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A review and meta-analysis of the effect of weight loss on all-cause mortality risk

  • Mary Harrington (a1), Sigrid Gibson (a2) and Richard C. Cottrell (a3)
  • DOI: http://dx.doi.org/10.1017/S0954422409990035
  • Published online: 01 June 2009
Abstract

Overweight and obesity are associated with increased morbidity and mortality, although the range of body weights that is optimal for health is controversial. It is less clear whether weight loss benefits longevity and hence whether weight reduction is justified as a prime goal for all individuals who are overweight (normally defined as BMI>25 kg/m2). The purpose of the present review was to examine the evidence base for recommending weight loss by diet and lifestyle change as a means of prolonging life. An electronic search identified twenty-six eligible prospective studies that monitored subsequent mortality risk following weight loss by lifestyle change, published up to 2008. Data were extracted and further analysed by meta-analysis, giving particular attention to the influence of confounders. Moderator variables such as reason for weight loss (intentional, unintentional), baseline health status (healthy, unhealthy), baseline BMI (normal, overweight, obese), method used to estimate weight loss (measured weight loss, reported weight loss) and whether models adjusted for physical activity (adjusted data, unadjusted data) were used to classify subgroups for separate analysis. Intentional weight loss per se had a neutral effect on all-cause mortality (relative risk (RR) 1·01; P = 0·89), while weight loss which was unintentional or ill-defined was associated with excess risk of 22 to 39 %. Intentional weight loss had a small benefit for individuals classified as unhealthy (with obesity-related risk factors) (RR 0·87 (95 % CI 0·77, 0·99); P = 0·028), especially unhealthy obese (RR 0·84 (95 % CI 0·73, 0·97); P = 0·018), but appeared to be associated with slightly increased mortality for healthy individuals (RR 1·11 (95 % CI 1·00, 1·22); P = 0·05), and for those who were overweight but not obese (RR 1·09 (95 % CI 1·02, 1·17); P = 0·008). There was no evidence for weight loss conferring either benefit or risk among healthy obese. In conclusion, the available evidence does not support solely advising overweight or obese individuals who are otherwise healthy to lose weight as a means of prolonging life. Other aspects of a healthy lifestyle, especially exercise and dietary quality, should be considered. However, well-designed intervention studies are needed clearly to disentangle the influence of physical activity, diet strategy and body composition, in order to define appropriate advice to those populations that might be expected to benefit.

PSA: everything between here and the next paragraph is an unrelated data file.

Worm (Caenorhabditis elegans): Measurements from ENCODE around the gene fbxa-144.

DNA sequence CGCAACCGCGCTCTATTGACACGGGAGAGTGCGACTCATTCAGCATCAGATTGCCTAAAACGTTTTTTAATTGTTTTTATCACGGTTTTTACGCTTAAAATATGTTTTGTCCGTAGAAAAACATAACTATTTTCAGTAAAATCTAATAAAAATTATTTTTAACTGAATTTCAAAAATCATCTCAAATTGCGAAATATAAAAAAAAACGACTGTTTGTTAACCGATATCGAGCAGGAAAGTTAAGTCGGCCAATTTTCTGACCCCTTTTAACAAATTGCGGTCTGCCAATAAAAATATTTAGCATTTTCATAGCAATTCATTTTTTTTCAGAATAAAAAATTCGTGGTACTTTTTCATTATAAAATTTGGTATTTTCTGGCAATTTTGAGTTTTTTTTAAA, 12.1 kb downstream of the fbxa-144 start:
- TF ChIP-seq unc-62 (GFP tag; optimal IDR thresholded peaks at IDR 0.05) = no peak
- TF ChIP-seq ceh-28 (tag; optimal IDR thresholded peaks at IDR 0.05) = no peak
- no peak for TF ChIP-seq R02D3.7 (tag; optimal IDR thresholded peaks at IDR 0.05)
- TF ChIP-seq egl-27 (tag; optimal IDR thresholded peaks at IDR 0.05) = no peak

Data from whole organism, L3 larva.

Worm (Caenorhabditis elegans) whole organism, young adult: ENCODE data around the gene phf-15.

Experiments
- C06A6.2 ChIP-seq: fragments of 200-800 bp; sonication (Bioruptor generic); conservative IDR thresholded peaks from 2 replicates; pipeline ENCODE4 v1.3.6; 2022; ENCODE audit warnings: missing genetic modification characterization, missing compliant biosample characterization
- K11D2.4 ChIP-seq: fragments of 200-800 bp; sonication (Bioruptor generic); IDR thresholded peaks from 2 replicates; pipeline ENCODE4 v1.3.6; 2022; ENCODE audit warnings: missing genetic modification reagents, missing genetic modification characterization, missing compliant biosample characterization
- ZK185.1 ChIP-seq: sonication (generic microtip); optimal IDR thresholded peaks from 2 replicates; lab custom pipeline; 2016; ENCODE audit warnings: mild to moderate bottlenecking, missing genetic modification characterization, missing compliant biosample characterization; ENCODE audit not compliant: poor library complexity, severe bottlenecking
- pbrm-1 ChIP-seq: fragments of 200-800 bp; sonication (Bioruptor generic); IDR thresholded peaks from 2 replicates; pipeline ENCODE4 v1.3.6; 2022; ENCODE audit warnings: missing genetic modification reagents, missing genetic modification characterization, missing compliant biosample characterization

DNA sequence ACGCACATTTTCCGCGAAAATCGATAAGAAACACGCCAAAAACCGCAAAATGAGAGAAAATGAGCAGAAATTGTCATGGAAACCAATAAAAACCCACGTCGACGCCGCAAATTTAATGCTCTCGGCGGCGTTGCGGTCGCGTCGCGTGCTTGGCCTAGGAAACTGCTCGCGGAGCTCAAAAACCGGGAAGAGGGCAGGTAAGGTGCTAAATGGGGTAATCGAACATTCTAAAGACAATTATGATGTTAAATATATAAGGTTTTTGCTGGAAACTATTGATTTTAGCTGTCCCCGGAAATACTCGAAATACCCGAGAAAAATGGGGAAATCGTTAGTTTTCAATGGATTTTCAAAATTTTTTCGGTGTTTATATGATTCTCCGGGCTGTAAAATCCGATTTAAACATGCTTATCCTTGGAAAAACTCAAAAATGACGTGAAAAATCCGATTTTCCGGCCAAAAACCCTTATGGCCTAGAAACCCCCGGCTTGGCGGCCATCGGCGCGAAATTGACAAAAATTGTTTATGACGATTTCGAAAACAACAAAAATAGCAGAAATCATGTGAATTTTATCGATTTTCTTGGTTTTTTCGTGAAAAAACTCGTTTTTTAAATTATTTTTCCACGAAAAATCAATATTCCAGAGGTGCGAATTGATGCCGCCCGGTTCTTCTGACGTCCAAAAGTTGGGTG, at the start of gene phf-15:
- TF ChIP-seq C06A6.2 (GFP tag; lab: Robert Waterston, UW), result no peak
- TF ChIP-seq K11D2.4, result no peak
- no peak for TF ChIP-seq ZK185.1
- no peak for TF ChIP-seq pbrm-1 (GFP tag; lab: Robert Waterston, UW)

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*Corresponding author: Dr Richard C. Cottrell, fax +1 20 7834 4137, email rcottrell@wsro.org
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